In the age of social media, the fundamentals of writing can get lost amongst the need (be that perceived or real) for a writer to be visible, relevant, and prominent. Do such things come into consideration when assessing the viability of a debut author for Margaret River Press?
In a word: no. Of course the board of Margaret River Press takes marketability into account, and it works hard to promote its writers, but we don’t expect them to be entertainers or social media gurus. What matters is the work.
Ray Bradbury once wrote that “You must stay drunk on writing so reality cannot destroy you.” How has this reality manifested in your own life and writing? What aspects of reality do you most rally against, and what keeps you going in spite of them?
Taking the metaphor of drunkenness literally, I have learned not to write after more than two glasses of wine.
What do I find demoralising about the real world? Do you mean apart from its hypocrisy, hard-heartedness, ignorance, venality, environmental vandalism, misogyny, racism and homophobia? (Shall I go on?) In the context of the literary culture I am disheartened by the rampant promotion of mediocrity and banality; by the constant publication of books that are easily read and instantly forgettable. So why do I keep writing? To experience the pleasure of creating something from nothing. To remind myself that language has the power to question authority, to unsettle, amuse and console. To show that nothing is ordinary; that everything is extraordinary – even banality – if we can find the right words. To affirm the power of stories to make some sense of the non-sense that increasingly characterises the world. To encourage in readers the cultivation of inwardness: the capacity for self-reflection and reflection, on the understanding, as Socrates famously proclaimed, that it’s better to be a dissatisfied human than a satisfied pig. (With apologies to pigs, but not to Socrates, who said “man” instead of “human”. Still, the men thought differently back in ancient Greece. They were sexist, if not misogynistic. Which isn’t thinking at all.)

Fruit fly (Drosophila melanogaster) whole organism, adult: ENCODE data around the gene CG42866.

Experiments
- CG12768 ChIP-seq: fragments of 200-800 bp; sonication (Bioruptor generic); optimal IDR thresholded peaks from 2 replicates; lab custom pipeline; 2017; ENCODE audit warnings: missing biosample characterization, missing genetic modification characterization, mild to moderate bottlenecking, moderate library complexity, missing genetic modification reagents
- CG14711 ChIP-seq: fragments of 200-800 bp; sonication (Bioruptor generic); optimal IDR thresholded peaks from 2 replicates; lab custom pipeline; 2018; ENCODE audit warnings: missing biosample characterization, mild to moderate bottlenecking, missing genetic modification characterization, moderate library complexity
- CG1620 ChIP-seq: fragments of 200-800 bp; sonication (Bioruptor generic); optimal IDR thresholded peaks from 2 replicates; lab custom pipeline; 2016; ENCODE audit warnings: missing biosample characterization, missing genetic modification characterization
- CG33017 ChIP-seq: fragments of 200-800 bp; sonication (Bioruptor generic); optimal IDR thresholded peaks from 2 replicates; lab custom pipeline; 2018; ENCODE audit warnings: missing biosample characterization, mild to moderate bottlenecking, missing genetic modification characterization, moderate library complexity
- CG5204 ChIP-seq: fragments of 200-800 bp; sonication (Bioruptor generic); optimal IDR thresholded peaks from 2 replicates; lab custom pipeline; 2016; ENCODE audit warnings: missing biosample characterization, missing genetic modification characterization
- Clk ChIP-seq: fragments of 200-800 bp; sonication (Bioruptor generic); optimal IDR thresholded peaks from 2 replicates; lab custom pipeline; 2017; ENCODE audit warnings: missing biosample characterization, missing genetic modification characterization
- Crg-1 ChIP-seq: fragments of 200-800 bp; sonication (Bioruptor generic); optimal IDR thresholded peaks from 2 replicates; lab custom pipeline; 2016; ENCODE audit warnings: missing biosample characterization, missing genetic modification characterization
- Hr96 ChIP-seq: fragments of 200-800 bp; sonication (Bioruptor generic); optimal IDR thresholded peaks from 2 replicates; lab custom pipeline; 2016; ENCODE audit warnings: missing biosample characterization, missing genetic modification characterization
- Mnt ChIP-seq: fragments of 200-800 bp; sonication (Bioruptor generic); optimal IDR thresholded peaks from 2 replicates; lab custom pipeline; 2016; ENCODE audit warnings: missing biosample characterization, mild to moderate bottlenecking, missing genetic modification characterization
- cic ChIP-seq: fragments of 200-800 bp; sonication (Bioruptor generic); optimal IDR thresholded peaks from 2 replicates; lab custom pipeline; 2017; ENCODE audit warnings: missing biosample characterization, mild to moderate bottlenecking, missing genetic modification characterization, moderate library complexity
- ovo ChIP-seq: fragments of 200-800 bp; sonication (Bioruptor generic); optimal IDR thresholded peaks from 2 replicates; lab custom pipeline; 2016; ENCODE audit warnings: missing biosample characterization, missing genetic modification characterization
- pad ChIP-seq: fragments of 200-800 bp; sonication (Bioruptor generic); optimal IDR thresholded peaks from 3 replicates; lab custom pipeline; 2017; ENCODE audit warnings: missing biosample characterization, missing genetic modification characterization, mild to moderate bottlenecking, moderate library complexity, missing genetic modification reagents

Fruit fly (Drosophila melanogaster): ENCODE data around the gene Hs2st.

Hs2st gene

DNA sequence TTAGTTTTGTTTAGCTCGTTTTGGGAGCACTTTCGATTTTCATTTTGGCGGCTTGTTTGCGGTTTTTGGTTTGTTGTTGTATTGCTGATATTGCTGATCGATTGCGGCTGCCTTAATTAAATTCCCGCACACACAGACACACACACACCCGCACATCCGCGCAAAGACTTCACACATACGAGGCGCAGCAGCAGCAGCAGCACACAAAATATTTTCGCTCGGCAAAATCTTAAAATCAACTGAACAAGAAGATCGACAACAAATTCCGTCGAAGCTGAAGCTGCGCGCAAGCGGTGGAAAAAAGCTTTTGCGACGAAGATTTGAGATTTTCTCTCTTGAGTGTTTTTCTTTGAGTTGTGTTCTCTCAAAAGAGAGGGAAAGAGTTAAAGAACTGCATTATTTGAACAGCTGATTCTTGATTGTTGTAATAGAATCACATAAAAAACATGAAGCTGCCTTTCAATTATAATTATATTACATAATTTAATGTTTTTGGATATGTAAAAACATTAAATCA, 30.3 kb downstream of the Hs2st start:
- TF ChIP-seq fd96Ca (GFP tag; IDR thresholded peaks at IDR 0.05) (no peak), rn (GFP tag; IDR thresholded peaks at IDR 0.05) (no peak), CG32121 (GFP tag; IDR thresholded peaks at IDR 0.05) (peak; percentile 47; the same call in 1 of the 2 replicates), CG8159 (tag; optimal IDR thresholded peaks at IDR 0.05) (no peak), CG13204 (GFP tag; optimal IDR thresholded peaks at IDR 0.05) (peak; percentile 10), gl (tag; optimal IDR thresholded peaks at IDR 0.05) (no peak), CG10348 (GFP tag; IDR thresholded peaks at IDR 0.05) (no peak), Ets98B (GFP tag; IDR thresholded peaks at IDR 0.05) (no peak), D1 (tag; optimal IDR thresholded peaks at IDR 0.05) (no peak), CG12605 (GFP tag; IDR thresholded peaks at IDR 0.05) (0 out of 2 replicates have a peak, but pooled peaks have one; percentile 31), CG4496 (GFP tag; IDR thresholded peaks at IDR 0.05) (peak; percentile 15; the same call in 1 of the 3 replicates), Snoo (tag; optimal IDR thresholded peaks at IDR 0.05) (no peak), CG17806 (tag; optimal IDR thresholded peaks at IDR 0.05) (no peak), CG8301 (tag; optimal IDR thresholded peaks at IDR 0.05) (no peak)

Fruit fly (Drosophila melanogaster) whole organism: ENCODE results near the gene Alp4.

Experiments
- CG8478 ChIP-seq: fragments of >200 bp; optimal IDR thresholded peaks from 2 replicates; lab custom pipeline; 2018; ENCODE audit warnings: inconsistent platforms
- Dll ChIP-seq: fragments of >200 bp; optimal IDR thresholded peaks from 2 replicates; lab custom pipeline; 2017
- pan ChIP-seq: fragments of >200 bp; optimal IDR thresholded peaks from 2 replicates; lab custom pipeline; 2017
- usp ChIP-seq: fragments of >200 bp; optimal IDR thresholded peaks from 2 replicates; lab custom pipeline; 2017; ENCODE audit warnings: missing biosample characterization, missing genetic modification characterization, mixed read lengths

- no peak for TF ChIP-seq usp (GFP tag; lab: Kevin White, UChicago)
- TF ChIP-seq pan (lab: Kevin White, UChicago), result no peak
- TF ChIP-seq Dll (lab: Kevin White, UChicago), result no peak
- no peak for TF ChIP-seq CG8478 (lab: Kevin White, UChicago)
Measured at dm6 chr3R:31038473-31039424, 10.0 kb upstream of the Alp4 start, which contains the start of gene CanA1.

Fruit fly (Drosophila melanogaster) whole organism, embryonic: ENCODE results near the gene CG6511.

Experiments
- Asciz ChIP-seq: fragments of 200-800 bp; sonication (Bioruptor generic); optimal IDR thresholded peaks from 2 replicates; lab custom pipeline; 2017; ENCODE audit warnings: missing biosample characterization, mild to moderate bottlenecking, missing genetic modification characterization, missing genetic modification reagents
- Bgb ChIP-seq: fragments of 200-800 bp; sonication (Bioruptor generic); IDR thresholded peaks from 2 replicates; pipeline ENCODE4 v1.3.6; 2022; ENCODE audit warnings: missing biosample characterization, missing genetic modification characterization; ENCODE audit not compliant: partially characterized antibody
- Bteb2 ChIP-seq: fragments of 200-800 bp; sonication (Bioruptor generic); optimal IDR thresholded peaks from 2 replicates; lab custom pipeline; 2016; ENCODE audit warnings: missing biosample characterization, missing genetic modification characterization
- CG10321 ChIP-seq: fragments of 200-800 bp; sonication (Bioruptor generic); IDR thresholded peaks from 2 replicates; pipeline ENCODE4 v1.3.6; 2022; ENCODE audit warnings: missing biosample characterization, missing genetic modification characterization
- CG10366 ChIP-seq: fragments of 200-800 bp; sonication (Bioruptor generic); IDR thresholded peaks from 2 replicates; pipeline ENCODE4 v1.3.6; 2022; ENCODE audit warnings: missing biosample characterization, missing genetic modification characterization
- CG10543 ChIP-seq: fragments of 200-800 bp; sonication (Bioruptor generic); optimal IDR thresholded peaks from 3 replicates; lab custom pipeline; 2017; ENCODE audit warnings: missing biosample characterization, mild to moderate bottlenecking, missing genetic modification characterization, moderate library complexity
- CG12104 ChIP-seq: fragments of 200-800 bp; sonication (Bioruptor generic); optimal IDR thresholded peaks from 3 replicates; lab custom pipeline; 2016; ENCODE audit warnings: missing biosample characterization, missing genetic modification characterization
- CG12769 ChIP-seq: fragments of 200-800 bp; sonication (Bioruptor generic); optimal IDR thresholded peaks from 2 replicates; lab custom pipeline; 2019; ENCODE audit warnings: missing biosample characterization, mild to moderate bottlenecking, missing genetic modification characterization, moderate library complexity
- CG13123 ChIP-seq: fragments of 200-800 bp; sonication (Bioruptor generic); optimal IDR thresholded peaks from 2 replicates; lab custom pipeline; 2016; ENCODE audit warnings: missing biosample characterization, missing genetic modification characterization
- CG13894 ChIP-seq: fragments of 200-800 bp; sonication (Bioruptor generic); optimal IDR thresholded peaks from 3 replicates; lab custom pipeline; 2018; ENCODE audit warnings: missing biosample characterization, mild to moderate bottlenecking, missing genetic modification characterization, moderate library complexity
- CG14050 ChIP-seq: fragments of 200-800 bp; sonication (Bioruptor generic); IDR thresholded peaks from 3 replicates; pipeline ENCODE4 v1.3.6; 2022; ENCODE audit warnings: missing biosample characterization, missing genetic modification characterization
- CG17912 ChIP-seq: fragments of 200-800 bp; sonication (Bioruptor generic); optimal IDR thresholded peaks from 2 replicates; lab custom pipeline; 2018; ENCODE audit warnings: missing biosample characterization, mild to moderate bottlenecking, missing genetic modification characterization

Susan Midalia is a writer and freelance editor who conducts workshops on short story writing.
She grew up in the Western Australian wheatbelt, and has lived in Perth for most of her adult life. Her first short story collection, A History of the Beanbag and other stories, was shortlisted for the Western Australian Premier’s Book Awards in 2007, and her second collection, An Unknown Sky and other stories (2012), was shortlisted for the 2013 Queensland Literary Award (Steele Rudd Award). Her latest release is Feet to the Stars and other stories (2015), which was shortlisted for the 2016 WA Premier’s Book Awards.
Susan studied at the University of Western Australia and Cambridge University and holds a PhD in contemporary Australian women’s fiction. She has also taught literature at secondary and tertiary levels over many years. She is currently a board member of WritingWA and volunteers teaching for a Maze of Story, an organisation that encourages creativity in socially disadvantaged primary school children.
Susan’s novel The Art of Persuasion has recently been published by Fremantle Press.